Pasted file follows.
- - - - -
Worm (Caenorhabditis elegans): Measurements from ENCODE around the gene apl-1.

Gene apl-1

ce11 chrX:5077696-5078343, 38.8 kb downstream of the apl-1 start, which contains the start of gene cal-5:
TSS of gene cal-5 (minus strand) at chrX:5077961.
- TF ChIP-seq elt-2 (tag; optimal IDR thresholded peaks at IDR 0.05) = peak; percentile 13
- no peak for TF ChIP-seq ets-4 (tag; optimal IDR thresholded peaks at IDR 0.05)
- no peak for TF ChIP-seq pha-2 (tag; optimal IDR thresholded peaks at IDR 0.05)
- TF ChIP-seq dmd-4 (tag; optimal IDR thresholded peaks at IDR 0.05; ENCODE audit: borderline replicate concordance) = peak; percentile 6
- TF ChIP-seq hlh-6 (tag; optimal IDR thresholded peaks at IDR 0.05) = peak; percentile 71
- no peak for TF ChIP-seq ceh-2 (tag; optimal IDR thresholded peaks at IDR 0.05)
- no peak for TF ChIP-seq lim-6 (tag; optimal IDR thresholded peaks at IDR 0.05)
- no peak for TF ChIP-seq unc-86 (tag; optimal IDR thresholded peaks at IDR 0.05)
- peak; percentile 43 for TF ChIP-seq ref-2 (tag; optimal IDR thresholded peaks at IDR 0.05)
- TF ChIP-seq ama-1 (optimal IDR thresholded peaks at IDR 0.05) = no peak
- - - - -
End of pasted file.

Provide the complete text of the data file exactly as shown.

Worm (Caenorhabditis elegans): Measurements from ENCODE around the gene apl-1.

Gene apl-1

ce11 chrX:5077696-5078343, 38.8 kb downstream of the apl-1 start, which contains the start of gene cal-5:
TSS of gene cal-5 (minus strand) at chrX:5077961.
- TF ChIP-seq elt-2 (tag; optimal IDR thresholded peaks at IDR 0.05) = peak; percentile 13
- no peak for TF ChIP-seq ets-4 (tag; optimal IDR thresholded peaks at IDR 0.05)
- no peak for TF ChIP-seq pha-2 (tag; optimal IDR thresholded peaks at IDR 0.05)
- TF ChIP-seq dmd-4 (tag; optimal IDR thresholded peaks at IDR 0.05; ENCODE audit: borderline replicate concordance) = peak; percentile 6
- TF ChIP-seq hlh-6 (tag; optimal IDR thresholded peaks at IDR 0.05) = peak; percentile 71
- no peak for TF ChIP-seq ceh-2 (tag; optimal IDR thresholded peaks at IDR 0.05)
- no peak for TF ChIP-seq lim-6 (tag; optimal IDR thresholded peaks at IDR 0.05)
- no peak for TF ChIP-seq unc-86 (tag; optimal IDR thresholded peaks at IDR 0.05)
- peak; percentile 43 for TF ChIP-seq ref-2 (tag; optimal IDR thresholded peaks at IDR 0.05)
- TF ChIP-seq ama-1 (optimal IDR thresholded peaks at IDR 0.05) = no peak